OT: IM encryption options [was: Re: Is the OpenPGP model still useful?]
aaron.toponce at gmail.com
Sat Jul 23 02:17:10 CEST 2011
On Fri, Jul 22, 2011 at 07:56:42PM -0300, Marcio B. Jr. wrote:
> Hello Daniel,
> sorry for such a delay; this has been a wild JULY.
> On Wed, Jul 6, 2011 at 4:09 PM, Daniel Kahn Gillmor wrote:
> > On 07/06/2011 01:28 PM, Marcio B. Jr. wrote:
> >> So far, OTR adoption seems unjustifiable, really. I mean, it uses the
> >> Diffie-Hellman key exchange method with block ciphers.
> > Why does this seem unjustifiable to you? DH and block ciphers are
> > widely-reviewed parts of the standard crypto toolkit. Do you have
> > reason to believe they're generally bad?
> It seems unjustifiable because there exists an option in which secret
> keys need not to take risks. And if there's any security concern and
> one's to choose between zero risk and any other positive-value risk,
> it's reasonable to pick the former.
Are you familiar with the DH key exchange? It doesn't seem that you are.
There is no risk in sharing the private key between the two parties. It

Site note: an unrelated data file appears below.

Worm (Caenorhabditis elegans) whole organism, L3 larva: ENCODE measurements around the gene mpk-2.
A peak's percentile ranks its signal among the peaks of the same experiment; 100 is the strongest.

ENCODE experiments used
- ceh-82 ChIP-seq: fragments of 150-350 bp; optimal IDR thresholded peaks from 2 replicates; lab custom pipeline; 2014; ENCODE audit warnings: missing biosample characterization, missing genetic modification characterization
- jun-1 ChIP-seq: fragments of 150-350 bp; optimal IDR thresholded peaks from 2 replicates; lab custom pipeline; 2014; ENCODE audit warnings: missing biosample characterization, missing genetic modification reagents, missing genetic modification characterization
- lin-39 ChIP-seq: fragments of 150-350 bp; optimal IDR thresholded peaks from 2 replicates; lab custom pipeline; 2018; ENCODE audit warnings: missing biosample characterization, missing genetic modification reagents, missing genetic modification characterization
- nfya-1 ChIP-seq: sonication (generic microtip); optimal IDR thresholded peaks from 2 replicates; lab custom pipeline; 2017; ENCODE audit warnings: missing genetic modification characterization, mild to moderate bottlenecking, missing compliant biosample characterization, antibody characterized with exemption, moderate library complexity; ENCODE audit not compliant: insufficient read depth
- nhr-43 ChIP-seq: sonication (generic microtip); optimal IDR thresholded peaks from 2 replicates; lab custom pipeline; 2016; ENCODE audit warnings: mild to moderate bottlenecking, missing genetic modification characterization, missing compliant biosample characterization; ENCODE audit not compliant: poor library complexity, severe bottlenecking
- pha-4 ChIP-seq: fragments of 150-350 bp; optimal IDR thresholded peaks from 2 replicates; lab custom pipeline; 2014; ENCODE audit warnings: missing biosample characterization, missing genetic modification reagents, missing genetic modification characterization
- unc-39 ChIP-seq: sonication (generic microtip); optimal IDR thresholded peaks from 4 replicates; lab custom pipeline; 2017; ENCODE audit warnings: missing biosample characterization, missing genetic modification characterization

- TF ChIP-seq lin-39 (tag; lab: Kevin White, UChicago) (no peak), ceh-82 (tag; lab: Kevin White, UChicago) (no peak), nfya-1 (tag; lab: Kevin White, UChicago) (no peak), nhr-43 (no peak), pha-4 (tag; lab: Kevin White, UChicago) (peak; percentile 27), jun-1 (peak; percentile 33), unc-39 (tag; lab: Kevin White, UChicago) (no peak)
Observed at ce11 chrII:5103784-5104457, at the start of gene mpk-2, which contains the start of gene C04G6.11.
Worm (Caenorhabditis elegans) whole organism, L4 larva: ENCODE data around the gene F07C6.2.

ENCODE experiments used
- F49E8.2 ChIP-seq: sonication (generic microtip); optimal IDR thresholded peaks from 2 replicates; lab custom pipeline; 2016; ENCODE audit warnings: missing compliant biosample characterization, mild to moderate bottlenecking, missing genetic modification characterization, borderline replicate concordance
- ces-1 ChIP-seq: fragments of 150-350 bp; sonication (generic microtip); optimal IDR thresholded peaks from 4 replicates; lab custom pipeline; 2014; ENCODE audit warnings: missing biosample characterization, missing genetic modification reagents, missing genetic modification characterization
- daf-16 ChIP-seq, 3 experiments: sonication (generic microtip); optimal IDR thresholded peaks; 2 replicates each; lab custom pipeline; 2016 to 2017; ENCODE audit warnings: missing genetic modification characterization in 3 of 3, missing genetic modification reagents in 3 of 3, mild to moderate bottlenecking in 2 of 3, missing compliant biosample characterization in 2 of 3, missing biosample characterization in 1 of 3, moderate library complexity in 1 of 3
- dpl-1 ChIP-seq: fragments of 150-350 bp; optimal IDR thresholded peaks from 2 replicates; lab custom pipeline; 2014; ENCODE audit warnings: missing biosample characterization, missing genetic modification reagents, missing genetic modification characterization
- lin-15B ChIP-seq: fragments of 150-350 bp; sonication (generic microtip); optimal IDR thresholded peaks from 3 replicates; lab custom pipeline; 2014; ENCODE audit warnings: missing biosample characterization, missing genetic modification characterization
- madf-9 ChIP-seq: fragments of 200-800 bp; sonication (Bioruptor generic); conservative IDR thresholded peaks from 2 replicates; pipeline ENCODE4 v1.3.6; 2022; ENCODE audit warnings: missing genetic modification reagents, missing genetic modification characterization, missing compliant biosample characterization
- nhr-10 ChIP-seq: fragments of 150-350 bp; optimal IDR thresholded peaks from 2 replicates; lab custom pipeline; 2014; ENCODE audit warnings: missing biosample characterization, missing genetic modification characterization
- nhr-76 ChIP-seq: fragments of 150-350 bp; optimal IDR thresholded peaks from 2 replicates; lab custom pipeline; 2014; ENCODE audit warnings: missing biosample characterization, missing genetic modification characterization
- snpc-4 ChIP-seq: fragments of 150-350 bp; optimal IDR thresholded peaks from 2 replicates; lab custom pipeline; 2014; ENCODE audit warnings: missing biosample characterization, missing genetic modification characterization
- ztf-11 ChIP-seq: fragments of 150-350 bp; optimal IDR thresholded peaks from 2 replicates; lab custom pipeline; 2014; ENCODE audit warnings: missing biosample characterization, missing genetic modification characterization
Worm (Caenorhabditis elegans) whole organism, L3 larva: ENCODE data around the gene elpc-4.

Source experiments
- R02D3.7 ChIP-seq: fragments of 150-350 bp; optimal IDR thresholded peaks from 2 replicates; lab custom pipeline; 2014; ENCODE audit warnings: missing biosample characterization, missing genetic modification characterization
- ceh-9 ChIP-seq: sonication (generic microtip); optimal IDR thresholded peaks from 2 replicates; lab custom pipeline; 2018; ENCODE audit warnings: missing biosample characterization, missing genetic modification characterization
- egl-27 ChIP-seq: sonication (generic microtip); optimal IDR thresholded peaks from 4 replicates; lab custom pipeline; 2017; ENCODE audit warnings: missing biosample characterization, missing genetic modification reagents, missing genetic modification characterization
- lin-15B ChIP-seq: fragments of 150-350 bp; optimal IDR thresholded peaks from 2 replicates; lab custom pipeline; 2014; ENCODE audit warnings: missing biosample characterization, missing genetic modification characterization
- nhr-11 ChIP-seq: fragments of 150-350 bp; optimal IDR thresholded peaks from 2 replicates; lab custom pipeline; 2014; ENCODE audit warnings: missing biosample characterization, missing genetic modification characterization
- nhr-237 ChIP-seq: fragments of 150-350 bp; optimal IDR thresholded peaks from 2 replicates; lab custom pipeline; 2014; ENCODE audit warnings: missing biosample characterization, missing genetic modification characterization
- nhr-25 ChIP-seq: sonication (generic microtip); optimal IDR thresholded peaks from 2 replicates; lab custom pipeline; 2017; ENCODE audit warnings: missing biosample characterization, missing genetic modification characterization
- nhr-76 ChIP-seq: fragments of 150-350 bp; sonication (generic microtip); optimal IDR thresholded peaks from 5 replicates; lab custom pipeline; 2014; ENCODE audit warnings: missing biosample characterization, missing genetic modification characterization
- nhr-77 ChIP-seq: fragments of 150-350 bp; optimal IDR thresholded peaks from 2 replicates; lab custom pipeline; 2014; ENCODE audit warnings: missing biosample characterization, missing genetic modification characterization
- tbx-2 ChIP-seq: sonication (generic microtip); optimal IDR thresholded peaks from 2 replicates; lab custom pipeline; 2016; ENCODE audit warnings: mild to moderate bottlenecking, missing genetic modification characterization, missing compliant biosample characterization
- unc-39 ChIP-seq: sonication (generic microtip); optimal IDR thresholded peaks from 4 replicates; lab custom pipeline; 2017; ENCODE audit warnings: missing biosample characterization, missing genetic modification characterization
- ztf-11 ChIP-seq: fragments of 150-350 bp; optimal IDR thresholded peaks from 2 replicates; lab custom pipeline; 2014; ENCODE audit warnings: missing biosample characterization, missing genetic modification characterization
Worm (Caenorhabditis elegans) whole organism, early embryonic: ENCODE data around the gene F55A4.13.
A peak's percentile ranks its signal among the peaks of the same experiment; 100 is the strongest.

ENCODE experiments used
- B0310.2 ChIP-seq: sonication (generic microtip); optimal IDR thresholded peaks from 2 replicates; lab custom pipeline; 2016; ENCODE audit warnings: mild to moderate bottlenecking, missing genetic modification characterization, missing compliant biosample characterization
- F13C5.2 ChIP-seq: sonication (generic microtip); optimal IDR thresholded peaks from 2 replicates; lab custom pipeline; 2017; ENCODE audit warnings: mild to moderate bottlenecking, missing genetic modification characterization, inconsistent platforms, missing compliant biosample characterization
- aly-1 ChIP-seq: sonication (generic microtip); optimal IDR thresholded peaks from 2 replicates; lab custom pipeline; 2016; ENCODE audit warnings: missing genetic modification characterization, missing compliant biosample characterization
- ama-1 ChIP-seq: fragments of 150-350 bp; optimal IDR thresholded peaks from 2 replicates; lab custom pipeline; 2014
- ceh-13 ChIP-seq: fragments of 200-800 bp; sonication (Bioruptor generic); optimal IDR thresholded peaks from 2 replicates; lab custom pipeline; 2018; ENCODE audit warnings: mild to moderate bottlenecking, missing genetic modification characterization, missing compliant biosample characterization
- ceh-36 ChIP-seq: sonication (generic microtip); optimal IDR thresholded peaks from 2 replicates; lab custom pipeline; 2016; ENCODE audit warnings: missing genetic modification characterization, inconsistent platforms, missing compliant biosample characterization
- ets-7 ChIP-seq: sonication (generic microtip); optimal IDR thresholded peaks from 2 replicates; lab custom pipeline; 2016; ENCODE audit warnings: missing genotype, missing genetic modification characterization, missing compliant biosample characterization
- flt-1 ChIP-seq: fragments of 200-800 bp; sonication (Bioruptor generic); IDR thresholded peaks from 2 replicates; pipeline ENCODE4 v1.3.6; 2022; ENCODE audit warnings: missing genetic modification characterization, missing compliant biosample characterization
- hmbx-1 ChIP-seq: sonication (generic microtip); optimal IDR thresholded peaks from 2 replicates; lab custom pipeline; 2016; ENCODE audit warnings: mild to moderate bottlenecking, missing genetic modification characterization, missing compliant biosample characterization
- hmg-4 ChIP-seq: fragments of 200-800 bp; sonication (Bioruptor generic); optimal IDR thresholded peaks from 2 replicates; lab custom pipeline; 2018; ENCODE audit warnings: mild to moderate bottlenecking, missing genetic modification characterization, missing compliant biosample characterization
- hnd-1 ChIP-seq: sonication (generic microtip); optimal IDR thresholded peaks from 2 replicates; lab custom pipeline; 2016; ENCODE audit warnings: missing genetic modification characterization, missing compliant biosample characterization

basically goes like this:
Step 1: A generates the private key.
Step 2: A encrypts the private key with a one-time session key.
Step 3: A sends the encrypted private key to B.
Step 4: B encrypts the encrypted private key with his 1-time key.
Step 5: B sends the doubly-encrypted private key to A.
Step 6: A decrypts what he can with his one-time session key.
Step 7: A sends the resulting encrypted key to B.
Step 8: B decrypts the private key with his 1-time key.
B now has the private key.
The one-time session keys are never shared, but stored locally on the
machine. Once the DH key exchange finished, the session keys are destroyed.
No where in the exchange is there any risk of the private key being
compromised. A MITM can grab all the packets he likes. Unless he has one or
both session keys, he's not getting the private key.
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